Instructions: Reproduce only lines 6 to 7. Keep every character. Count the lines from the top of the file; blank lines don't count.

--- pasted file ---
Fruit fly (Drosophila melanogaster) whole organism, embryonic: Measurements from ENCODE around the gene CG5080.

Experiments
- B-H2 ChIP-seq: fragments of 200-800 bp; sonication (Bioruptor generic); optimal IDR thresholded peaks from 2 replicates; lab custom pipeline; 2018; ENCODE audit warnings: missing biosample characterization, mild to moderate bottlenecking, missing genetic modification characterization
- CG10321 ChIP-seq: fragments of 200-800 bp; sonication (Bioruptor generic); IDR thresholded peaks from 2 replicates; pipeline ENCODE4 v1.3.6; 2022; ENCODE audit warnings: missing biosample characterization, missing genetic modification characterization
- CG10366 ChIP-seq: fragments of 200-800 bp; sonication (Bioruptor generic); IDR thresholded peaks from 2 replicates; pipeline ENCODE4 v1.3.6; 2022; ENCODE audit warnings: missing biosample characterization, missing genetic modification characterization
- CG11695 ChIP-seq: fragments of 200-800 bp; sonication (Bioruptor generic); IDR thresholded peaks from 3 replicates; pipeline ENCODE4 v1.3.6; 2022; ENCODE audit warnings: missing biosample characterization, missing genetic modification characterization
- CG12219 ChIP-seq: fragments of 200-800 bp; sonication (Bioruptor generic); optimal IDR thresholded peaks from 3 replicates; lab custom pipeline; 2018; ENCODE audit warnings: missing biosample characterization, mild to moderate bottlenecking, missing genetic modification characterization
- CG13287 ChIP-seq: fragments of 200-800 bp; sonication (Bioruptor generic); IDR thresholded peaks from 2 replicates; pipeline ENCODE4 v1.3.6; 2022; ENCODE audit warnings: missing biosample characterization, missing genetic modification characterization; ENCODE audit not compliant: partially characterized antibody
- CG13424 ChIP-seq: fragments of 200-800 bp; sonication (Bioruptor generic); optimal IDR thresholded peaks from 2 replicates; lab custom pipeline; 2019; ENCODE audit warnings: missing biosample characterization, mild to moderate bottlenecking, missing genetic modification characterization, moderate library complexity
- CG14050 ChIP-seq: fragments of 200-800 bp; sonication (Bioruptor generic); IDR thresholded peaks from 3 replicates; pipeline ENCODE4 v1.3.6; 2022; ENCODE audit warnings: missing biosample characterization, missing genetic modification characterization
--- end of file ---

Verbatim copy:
- CG11695 ChIP-seq: fragments of 200-800 bp; sonication (Bioruptor generic); IDR thresholded peaks from 3 replicates; pipeline ENCODE4 v1.3.6; 2022; ENCODE audit warnings: missing biosample characterization, missing genetic modification characterization
- CG12219 ChIP-seq: fragments of 200-800 bp; sonication (Bioruptor generic); optimal IDR thresholded peaks from 3 replicates; lab custom pipeline; 2018; ENCODE audit warnings: missing biosample characterization, mild to moderate bottlenecking, missing genetic modification characterization